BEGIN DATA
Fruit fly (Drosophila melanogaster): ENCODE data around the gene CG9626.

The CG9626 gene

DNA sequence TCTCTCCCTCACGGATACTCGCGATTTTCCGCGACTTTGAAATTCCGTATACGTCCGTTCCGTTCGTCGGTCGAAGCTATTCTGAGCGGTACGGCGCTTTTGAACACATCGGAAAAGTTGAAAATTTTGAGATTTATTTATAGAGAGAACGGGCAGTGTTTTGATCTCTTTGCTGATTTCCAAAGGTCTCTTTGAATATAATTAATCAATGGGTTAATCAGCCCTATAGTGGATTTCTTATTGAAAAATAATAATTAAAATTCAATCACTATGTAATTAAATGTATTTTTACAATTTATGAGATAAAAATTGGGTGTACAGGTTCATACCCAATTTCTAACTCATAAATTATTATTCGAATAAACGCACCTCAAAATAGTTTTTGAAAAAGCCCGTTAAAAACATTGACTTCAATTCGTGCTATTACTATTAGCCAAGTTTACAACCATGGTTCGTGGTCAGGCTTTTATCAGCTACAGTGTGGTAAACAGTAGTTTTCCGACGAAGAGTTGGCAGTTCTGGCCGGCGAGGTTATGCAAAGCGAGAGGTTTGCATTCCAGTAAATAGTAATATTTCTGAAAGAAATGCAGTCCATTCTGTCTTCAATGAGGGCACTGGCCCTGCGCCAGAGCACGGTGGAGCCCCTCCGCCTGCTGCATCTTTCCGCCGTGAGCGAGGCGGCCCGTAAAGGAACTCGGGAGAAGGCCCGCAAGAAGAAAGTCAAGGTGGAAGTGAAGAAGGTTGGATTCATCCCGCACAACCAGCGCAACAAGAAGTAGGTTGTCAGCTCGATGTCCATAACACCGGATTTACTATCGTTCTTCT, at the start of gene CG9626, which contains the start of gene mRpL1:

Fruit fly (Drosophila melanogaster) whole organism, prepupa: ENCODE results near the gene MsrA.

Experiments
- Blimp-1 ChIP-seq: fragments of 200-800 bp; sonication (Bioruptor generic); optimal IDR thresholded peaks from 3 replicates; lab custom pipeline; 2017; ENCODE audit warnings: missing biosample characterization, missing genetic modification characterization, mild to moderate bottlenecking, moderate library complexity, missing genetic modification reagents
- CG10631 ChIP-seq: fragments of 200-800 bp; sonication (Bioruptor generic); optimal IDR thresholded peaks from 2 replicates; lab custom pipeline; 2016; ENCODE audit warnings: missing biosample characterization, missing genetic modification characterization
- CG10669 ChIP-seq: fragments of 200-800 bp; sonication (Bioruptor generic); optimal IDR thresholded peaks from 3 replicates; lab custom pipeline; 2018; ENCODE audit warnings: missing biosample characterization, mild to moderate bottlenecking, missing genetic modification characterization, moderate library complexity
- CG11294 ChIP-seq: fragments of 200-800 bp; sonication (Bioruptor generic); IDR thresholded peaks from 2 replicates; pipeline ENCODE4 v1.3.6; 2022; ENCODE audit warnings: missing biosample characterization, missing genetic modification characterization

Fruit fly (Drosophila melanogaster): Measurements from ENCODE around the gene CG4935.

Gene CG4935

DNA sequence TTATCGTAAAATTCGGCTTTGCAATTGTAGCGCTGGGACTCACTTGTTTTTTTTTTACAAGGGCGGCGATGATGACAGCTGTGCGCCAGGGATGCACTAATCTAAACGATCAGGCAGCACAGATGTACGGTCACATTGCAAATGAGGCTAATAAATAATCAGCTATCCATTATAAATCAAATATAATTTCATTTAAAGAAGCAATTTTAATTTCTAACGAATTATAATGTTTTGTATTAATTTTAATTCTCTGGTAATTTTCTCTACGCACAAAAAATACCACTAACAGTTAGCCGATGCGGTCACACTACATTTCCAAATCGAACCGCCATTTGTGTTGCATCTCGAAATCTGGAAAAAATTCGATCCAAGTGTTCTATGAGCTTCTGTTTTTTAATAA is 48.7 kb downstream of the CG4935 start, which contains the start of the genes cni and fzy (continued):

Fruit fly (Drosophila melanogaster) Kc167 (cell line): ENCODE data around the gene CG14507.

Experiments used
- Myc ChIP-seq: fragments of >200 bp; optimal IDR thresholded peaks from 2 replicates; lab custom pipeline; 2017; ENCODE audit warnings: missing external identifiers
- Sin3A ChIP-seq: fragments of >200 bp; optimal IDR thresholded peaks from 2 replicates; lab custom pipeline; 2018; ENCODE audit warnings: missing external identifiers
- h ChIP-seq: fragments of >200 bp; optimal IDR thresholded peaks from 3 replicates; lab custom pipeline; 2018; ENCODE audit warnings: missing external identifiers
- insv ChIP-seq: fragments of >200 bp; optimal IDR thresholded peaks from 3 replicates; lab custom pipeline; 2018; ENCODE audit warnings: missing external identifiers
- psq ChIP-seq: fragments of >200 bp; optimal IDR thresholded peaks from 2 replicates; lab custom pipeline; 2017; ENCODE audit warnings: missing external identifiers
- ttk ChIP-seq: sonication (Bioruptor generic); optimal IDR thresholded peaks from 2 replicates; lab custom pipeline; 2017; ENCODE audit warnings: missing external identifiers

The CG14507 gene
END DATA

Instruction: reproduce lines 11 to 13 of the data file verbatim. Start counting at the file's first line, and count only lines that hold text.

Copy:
Gene CG4935

DNA sequence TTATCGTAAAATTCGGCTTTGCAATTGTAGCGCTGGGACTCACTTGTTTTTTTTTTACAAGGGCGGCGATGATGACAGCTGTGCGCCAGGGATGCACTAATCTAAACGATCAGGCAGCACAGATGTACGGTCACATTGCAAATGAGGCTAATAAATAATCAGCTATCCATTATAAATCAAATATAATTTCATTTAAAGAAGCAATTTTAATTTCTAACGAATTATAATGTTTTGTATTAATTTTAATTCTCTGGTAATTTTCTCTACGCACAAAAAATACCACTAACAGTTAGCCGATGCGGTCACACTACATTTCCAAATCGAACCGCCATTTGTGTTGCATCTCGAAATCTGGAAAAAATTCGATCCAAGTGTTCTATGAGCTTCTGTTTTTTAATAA is 48.7 kb downstream of the CG4935 start, which contains the start of the genes cni and fzy (continued):

Fruit fly (Drosophila melanogaster) Kc167 (cell line): ENCODE data around the gene CG14507.